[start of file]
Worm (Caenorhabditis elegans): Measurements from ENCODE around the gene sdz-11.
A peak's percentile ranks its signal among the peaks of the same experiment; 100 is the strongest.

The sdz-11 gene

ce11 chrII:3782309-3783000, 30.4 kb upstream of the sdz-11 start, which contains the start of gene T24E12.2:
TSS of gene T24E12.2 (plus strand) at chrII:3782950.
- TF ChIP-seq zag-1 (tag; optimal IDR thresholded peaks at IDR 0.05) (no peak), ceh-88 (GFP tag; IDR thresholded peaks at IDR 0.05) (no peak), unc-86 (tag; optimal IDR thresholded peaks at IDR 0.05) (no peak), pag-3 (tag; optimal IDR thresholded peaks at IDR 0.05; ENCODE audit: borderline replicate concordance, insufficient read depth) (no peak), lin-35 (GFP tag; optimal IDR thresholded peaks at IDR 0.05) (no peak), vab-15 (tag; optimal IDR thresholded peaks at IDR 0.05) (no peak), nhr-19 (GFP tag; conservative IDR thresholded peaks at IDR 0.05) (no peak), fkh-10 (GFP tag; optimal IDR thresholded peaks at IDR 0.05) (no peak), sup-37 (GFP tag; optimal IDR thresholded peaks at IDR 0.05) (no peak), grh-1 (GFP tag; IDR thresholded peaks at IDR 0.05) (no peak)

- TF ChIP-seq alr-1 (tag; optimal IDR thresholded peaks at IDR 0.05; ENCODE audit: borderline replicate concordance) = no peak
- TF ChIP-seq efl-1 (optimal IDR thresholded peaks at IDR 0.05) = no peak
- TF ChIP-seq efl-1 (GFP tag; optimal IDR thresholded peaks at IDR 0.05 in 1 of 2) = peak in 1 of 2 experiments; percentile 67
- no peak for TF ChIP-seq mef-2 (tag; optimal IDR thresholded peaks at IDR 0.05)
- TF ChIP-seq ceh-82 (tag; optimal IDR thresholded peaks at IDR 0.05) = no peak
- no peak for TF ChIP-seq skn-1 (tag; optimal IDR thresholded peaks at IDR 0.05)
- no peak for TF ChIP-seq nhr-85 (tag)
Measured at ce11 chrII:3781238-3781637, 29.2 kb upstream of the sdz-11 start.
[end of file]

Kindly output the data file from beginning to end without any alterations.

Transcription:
Worm (Caenorhabditis elegans): Measurements from ENCODE around the gene sdz-11.
A peak's percentile ranks its signal among the peaks of the same experiment; 100 is the strongest.

The sdz-11 gene

ce11 chrII:3782309-3783000, 30.4 kb upstream of the sdz-11 start, which contains the start of gene T24E12.2:
TSS of gene T24E12.2 (plus strand) at chrII:3782950.
- TF ChIP-seq zag-1 (tag; optimal IDR thresholded peaks at IDR 0.05) (no peak), ceh-88 (GFP tag; IDR thresholded peaks at IDR 0.05) (no peak), unc-86 (tag; optimal IDR thresholded peaks at IDR 0.05) (no peak), pag-3 (tag; optimal IDR thresholded peaks at IDR 0.05; ENCODE audit: borderline replicate concordance, insufficient read depth) (no peak), lin-35 (GFP tag; optimal IDR thresholded peaks at IDR 0.05) (no peak), vab-15 (tag; optimal IDR thresholded peaks at IDR 0.05) (no peak), nhr-19 (GFP tag; conservative IDR thresholded peaks at IDR 0.05) (no peak), fkh-10 (GFP tag; optimal IDR thresholded peaks at IDR 0.05) (no peak), sup-37 (GFP tag; optimal IDR thresholded peaks at IDR 0.05) (no peak), grh-1 (GFP tag; IDR thresholded peaks at IDR 0.05) (no peak)

- TF ChIP-seq alr-1 (tag; optimal IDR thresholded peaks at IDR 0.05; ENCODE audit: borderline replicate concordance) = no peak
- TF ChIP-seq efl-1 (optimal IDR thresholded peaks at IDR 0.05) = no peak
- TF ChIP-seq efl-1 (GFP tag; optimal IDR thresholded peaks at IDR 0.05 in 1 of 2) = peak in 1 of 2 experiments; percentile 67
- no peak for TF ChIP-seq mef-2 (tag; optimal IDR thresholded peaks at IDR 0.05)
- TF ChIP-seq ceh-82 (tag; optimal IDR thresholded peaks at IDR 0.05) = no peak
- no peak for TF ChIP-seq skn-1 (tag; optimal IDR thresholded peaks at IDR 0.05)
- no peak for TF ChIP-seq nhr-85 (tag)
Measured at ce11 chrII:3781238-3781637, 29.2 kb upstream of the sdz-11 start.